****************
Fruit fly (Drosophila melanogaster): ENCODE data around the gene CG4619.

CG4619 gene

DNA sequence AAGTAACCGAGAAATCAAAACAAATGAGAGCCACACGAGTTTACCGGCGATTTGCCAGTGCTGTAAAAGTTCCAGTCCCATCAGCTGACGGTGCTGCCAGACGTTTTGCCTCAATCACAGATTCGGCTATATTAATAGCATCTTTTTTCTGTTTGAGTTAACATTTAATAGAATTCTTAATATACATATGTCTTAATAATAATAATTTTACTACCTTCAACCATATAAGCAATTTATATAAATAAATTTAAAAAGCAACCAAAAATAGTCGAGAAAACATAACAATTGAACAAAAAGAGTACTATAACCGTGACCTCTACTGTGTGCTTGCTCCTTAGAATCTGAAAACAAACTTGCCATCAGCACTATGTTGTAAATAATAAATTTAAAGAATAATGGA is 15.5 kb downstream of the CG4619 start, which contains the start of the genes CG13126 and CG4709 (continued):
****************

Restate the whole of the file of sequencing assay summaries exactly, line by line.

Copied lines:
Fruit fly (Drosophila melanogaster): ENCODE data around the gene CG4619.

CG4619 gene

DNA sequence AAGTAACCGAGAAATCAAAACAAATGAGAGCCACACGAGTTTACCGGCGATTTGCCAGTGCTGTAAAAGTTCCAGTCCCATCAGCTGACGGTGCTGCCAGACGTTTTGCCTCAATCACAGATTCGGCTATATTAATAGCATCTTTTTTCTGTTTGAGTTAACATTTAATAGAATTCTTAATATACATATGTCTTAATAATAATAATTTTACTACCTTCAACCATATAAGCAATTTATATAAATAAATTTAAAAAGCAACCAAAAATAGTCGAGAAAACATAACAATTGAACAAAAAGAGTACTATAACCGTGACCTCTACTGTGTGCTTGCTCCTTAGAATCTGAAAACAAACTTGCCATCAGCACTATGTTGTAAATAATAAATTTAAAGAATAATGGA is 15.5 kb downstream of the CG4619 start, which contains the start of the genes CG13126 and CG4709 (continued):